Tuesday, November 6, 2007

creamy acorn squash soup

We have been making meals to use all of the varieties of squash and pumpkins we received both in our CSA box, and which we bought at the pumpkin picks. I had baked 2 squash the other day, and had a whole bag of the puree. Soup sounded like a good idea - and it turned out delicious!!!!

First, you need to bake your squash. Cut 2 acorn squash in half, scoop out seeds, and place skin down on a baking pan. Cook 30 minutes at 350, turn over, cook another 30 minutes or so. It should be soft enough to scoop out the flesh easily.

Flesh of 2 acorn squash (cooked, see above)
2 onions (chopped fine)
2 carrots (sliced fine)
2 Tbsp butter
1-2 cloves garlic (chopped)
2 Tsp sea salt
1/2 Tsp fresh ground pepper
1 Tsp curry powder (I used mild yellow curry powder)
4 cups stock/broth, warm (I used veggie, but you could use beef)
1/3 cup red wine
1 1/2 cups milk

Saute the chopped onions, carrots, and garlic in a skillet with a dash of oil. Let cook until tender - turn heat down and add butter and red wine to skillet and stir.

Make sure your smushed squash is warm, and put it in a crock pot. Add the onion/carrot/garlic/wine/butter mixture. Stir in the warm broth - stir until the squash puree is incorporated. Add the salt, pepper and curry powder. Cook on high for 1-2 hours. Reduce heat to low, add the milk (do a taste test and add more salt/pepper to taste) and let it all cook together in the crock pot another hour or two on low.

I used an immersion blender to make the soup extra smooth before serving, and cranked a little fresh ground pepper on top. OH my, it was good.

And extra bonus - everything except for the oil & spices were from local sources!

Monday, November 5, 2007

eat local for thanksgiving

The Crunchy Chicken blog has created a pledge to Eat Local for Thanksgiving this year. What does this mean? Try to use foods that are in season, local, and organic.

"In your pledge you can state what you are planning to do, whether that be acquiring a local turkey to getting all your vegetables at a farmer's market, etc. It's totally up to you. The point is to think about where each food source comes from and buy it locally or don't serve it if it's out of season or has to travel miles to get to your plate. "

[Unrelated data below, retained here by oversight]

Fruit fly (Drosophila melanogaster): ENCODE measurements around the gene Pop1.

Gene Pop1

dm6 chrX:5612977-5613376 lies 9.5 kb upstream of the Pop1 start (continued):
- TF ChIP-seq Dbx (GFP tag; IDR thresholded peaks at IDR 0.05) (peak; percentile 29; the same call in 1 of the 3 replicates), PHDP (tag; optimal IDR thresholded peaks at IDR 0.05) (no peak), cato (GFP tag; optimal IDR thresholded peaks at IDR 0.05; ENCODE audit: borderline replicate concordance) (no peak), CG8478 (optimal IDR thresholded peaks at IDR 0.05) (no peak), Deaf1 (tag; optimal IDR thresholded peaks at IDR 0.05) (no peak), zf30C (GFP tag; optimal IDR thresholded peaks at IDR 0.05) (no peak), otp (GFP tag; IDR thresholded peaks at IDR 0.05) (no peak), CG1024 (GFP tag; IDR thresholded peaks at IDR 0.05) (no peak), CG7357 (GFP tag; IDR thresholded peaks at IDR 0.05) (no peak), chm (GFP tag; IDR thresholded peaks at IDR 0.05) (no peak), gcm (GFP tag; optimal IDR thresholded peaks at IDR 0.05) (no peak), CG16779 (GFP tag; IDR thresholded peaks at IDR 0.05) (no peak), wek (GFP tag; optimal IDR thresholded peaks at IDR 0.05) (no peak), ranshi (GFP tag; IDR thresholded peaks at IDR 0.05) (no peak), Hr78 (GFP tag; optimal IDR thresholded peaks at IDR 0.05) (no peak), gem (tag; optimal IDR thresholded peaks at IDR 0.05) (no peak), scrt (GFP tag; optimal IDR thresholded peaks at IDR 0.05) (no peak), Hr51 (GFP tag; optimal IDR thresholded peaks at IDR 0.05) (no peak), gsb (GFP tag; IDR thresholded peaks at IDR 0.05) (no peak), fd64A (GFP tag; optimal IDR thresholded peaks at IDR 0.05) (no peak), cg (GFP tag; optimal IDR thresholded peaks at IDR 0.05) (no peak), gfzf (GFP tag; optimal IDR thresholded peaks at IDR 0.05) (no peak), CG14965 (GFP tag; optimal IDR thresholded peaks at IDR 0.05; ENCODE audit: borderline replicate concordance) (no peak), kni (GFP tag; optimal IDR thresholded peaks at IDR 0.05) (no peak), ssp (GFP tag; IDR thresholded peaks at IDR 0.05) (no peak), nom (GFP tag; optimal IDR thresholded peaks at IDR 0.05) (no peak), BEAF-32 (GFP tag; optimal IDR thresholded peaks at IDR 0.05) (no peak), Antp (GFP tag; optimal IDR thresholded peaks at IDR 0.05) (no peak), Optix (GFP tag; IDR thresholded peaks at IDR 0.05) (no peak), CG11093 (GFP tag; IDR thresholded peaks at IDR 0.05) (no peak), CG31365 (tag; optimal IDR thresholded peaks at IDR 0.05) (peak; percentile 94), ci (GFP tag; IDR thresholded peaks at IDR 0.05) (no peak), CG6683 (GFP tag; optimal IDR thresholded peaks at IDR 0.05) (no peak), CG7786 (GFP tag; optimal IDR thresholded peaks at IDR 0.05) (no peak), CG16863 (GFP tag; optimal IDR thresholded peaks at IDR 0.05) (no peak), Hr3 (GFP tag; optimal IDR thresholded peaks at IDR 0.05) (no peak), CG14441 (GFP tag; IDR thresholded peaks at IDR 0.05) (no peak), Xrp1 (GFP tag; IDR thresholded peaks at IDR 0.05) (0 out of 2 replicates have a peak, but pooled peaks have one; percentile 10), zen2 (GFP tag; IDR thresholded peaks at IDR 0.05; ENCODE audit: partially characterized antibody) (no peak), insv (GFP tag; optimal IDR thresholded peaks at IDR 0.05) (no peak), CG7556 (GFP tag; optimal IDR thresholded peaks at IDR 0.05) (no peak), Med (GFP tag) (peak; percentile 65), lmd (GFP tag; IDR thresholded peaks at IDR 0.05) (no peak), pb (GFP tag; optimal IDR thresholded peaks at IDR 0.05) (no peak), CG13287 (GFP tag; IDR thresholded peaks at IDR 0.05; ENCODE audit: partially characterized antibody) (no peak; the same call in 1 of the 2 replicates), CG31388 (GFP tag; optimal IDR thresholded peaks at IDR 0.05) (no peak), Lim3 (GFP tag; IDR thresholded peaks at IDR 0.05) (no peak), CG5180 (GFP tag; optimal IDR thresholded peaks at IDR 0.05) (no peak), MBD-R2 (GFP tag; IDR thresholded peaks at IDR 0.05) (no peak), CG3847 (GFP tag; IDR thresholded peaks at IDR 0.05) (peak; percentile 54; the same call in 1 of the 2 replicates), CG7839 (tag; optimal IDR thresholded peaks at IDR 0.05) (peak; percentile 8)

So go pledge!

Sunday, November 4, 2007

pumpkin bars made w/fresh pureed pumpkin

Wondering what to make with those little sweet pie pumpkins you got at the pumpkin pick? These pumpkin bars are super pumpkin tasting - not too sweet but definitely dessert.

How to make it? First you have to cook your pumpkins.

Take 2 small sweet pie pumpkins and cut them in half. Place on baking sheet and bake at 350º face down 30 minutes, turn them over, bake face up 30 minutes. The inside should be soft. Let cool and then scoop out the insides. You can take the pulp and run it through a food processor or a food mill to get it the consistency of canned pumpkin (smooth & creamy).

Now for the Pumpkin Bars!


1 1/2 cups quick oats
1 1/4 cups flour
1/2 cup packed brown sugar
1/2 Tsp sea salt
1/2 Tsp baking soda
3/4 cup butter (softened)

You can add 1/2 cup of crushed nuts if you like too...

2 cups pumpkin puree
2/3 cup milk
1/3 cup packed brown sugar
1 Tbsp pumpkin pie spice (cinnamon, ginger, nutmeg, allspice)
1 egg

Mix together crumb ingredients: oats, flour, brown sugar, salt, baking soda & butter. Should be crumbly. Press 1/2 of the mixture into a lightly buttered 13x9 pan. Bake at 375º for 12 minutes.

Make the filling:
Mix together filling ingredients until blended and smooth. Spread it over baked crust. Sprinkle the remaining crumb over the top. Return the pan to the oven and bake 30 more minutes.

Cool and cut into squares.

Spiced Whip Cream Topping:
We made our own whipped cream topping. It is tasty. Take 1 cup of heavy cream. Whip it in your KitchenAid -- while it is going, add 1/2 Tsp. vanilla, a dash of cinnamon and 1/2 Tsp. maple syrup (optional). Whip until it is whip cream consistency. Serve over bars. YUM.

New Glarus Brewing Co...Organic Revolution.

We try to buy local goodies for the bulk of our food & beverage purchases if we can. This includes wine and beer.

Today my husband stopped in at the New Glarus Brewing Company when we were in the area, and discovered that they have an organic beer which is naturually carbonated and 100% bottle fermented (and made using Wisconsin organically malted barley). So, of course, we had to get some.

Straight from the drinkers' mouth (that would be Brice):

The beer has a light flavor, clear golden color. Not sure about "dancing on my palate," but it does have a nice carbonation with more than just the initial beer flavor, which is a nice surprise. Overall, an enjoyable beer - even more so knowing its organic.

Thursday, November 1, 2007

CSA Box This Week

Today is the day. Our final CSA box pickup of the season at the farm.

This week in our box:
Lettuce, arugula, mizuna, saute greens, hakuri turnips, red radishes, green cabbage, celeriac, rutabaga, onions.

Wednesday, October 31, 2007

purple kraut.

I have been reading the book Nourishing Traditions as well as a few branch off books over the past year or so. We keep trying different recipes for food preservation, fermentation, as well as just good things like bone broth for stock. We had a few cabbages come in with our CSA recently, so I have been trying sauerkraut - using whey. This batch I used purple cabbage. Yummy.

Basic Sauerkraut

2 pint glass canning jars with plastic lids
1 Medium Cabbage
1 Tbsp sea salt
4 Tbsp of whey (you may use already fermented sauerkraut as an inoculate or simply add another tablespoon of salt.)